Tel Aviv & Jaffa, Israel – A Real Melting Pot.

Our arrival in Israel was far less dramatic than we expected. There were in lengthy interrogations or suspicious looks. Just simple “what is the purpose of your visit?” questions. Of course, one must be intrigued about 2 young non-Jewish Englishmen backpacking into a conflict zone.


Still, we were quickly through customs and on our way to our Tel Aviv hostel in Florentine District – a stones throw from Jaffa. We took a short train ride from the airport but walked the final 20 minutes to our hostel. In the dead of night the city looked nothing like the modern metropolis I had expected. In fact, we were pretty sure we saw a woman and a crack pipe.

We found our hostel easily enough. It’s easy to summarise the hostel as a microcosm for Tel Aviv in general: it’s a party town. Prior to checking in we were asked to join in on the latest party by several drunk roommates. We sat this first one out in favour of a good rest.

We were sharing our room with a man who left a polite message beside his bed indicating that we should expect snores. On top of his note he left a pair of ear plugs for every person in the room. He wasn’t wrong. All night he snored a snore that shook the room as well as all of his body. He was like a cross between a crying baby and a hungry lion. Everyone had to talk about it in the morning to make sure they hadn’t dreamt it.

Come the morning we were fresh and ready to find out what Tel Aviv had to offer. We strolled towards the clock tower in Jaffa before taking a stroll along the vast promenade joining the plethora of beautiful beaches. The beaches here are truly wonderful, hence why many tourists flock to Tel Aviv.

We continued our walk into the main city centre. There we were able to see the city in full flow and experience the famous Carmel Market. Whilst there we indulged in the most delicious of pitta sandwiches filled with Kosher meat. That alone made our walk into the city worthwhile.



As afternoon went on we headed back to Jaffa for a walking tour of the old city. I found this the most interesting part of the city. Jaffa is thousands of years old and sits fittingly on the outskirts of the new city of Tel Aviv. Our tour guide had so many stories relating to the history of Jaffa in both a biblical sense and the several empires that have ruled there. He was also a passionate speaker on the Israel-Gaza conflict.



In fact, everyone here is talking about it and everyone seems to have a different approach to the issues. It’s amazing to hear different sides of a very sensitive issue from the mouths of the people who are most informed. Both James and I are a little shocked by the ‘military culture’ of the Israeli people.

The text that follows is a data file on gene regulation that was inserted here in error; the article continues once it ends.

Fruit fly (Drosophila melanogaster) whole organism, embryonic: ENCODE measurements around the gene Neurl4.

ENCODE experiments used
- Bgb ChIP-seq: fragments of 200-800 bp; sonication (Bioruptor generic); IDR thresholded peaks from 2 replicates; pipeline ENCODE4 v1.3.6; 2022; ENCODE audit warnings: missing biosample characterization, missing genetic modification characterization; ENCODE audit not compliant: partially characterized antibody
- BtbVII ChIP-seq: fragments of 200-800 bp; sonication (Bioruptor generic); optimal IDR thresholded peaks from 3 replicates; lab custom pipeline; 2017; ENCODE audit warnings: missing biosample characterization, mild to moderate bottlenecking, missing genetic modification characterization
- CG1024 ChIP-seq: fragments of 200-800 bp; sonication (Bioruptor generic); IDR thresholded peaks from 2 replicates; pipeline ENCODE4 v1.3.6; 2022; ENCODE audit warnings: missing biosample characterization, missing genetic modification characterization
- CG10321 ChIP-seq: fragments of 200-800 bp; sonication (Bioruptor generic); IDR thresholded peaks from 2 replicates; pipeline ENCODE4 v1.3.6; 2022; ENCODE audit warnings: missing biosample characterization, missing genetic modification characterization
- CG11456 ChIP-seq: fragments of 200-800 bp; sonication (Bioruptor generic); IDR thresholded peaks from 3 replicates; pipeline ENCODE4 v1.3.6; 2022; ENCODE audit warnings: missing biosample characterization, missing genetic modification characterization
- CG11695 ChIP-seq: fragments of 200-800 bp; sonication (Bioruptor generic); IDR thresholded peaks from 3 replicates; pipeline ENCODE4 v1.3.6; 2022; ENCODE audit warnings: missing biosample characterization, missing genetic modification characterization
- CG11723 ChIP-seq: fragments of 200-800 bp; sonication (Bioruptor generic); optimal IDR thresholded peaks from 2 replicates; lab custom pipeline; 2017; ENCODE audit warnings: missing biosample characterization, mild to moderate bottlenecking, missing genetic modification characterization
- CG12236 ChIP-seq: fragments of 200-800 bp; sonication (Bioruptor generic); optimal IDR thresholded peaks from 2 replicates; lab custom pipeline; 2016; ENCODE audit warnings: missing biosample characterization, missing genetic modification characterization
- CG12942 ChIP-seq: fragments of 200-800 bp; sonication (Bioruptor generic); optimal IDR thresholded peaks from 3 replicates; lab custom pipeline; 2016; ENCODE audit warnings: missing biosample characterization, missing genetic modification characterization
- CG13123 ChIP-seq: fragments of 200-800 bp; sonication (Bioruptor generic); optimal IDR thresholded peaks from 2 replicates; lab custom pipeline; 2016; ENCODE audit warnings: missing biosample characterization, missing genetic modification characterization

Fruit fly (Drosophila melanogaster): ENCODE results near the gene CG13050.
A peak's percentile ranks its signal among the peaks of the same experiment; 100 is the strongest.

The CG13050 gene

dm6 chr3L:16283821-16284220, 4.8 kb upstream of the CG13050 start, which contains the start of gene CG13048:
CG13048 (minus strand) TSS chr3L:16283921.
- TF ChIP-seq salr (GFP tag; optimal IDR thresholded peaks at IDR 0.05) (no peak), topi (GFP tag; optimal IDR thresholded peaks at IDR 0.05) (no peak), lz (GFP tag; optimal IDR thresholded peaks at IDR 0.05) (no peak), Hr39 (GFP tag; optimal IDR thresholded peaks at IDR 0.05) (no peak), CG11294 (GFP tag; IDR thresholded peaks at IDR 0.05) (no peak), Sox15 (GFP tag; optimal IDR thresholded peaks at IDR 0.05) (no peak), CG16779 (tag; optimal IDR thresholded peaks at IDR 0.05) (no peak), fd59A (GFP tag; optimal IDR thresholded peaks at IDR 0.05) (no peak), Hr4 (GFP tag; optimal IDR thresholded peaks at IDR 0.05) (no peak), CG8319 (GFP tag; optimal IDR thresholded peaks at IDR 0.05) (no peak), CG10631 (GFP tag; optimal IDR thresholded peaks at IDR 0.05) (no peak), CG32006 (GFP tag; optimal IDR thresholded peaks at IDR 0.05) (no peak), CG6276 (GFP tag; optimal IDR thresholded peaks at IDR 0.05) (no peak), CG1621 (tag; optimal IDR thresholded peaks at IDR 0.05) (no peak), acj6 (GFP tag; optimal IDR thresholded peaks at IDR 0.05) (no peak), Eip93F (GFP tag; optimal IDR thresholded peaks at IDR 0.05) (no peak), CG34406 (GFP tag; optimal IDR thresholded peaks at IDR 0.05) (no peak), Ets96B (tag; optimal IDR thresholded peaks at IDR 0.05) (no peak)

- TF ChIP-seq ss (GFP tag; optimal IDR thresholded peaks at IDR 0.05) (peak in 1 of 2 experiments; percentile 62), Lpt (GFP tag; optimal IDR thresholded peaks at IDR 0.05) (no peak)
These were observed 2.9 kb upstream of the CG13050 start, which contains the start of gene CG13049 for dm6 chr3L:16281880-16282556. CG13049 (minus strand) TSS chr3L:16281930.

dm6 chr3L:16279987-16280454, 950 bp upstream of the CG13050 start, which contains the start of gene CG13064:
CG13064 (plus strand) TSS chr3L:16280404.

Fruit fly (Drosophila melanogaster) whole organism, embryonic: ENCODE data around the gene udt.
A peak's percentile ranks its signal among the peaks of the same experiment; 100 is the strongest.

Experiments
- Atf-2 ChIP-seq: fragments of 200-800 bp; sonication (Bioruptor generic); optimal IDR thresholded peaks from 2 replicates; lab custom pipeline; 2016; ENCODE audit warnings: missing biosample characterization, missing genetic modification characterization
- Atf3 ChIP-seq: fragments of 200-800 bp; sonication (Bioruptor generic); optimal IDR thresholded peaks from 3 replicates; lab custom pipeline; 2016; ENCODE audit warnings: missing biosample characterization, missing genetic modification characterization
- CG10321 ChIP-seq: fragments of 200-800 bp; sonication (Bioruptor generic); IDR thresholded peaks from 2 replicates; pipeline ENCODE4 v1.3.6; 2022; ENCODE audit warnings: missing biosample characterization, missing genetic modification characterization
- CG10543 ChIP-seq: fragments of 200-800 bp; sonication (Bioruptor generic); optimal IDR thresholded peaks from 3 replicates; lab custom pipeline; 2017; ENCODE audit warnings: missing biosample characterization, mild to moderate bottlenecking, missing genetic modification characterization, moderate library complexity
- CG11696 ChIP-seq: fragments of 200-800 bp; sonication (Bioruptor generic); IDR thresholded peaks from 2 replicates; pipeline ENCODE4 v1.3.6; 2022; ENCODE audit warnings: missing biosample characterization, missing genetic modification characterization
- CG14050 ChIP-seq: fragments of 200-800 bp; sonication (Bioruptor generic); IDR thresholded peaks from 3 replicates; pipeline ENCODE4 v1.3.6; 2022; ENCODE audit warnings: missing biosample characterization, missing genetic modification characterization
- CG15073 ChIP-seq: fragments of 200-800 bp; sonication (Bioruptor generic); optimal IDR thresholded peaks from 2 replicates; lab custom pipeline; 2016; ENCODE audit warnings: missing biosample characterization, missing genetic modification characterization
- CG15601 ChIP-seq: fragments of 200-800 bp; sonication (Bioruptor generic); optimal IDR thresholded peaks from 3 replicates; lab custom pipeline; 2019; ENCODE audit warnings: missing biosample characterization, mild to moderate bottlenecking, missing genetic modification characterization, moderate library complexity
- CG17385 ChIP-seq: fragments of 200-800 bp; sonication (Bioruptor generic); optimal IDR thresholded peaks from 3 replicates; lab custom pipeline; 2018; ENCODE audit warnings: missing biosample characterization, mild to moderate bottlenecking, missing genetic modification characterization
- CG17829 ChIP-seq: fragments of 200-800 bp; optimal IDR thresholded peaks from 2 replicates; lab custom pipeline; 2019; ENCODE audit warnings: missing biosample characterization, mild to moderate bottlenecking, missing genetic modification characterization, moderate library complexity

Once we returned back to the hostel people had already started to gather on the rooftops. We dined on bread and cheese from the supermarket until we were offered a hot pasta meal by the hostel as part of the celebration of Shabbat. It was a good way to unify people on the rooftop and from then on we had a good night with people from all over the world, some Jewish, some not. We walked the a bar full of young army recruits where we were given free whiskey.

Once home I, annoyingly for some, slept like a baby. So much so that I slept through an air raid siren. The fact that snoring had previously woke me up shows that the siren wasn’t loud enough. However, James heard it and followed procedure by sheltering on the staircase. I seem to be earning a reputation for being able to sleep anywhere and through anything. I’d love it if It were true. Tel Aviv had 3 rocket attacks from Hamas during the night and the sirens go off throughout the city to warn people to find shelter. Fortunately all of these rockets were intercepted by Israel’s drone system. As an embellished anecdote, we have now survived a rocket attack.

As most places are shut for Shabbat we spent the next day relaxing in the baking sun on a beach in Tel Aviv. It was a great opportunity to relax and have no worries or concerns. It’s been a while since I’ve been able to do that properly.

This lead nicely into an even more lively evening in Tel Aviv. There are many people here who are on a free 10 day trip to Israel as their Jewish ‘birthright’, some of whom wish to fight for the Israeli despite only setting foot in the country days ago. Another one of these asked if we had any Jew in us. When we told him we didn’t he replied ‘do you want some?’. We didn’t speak to him again.

The hub of activity at night, the vibrancy of the city, the history of religion and the political discussion combine to make Tel Aviv an incredibly interesting place to be, boosted further by the current conflict. It has been a very memorable experience for us both. And we are sure Jerusalem will have even more to offer.



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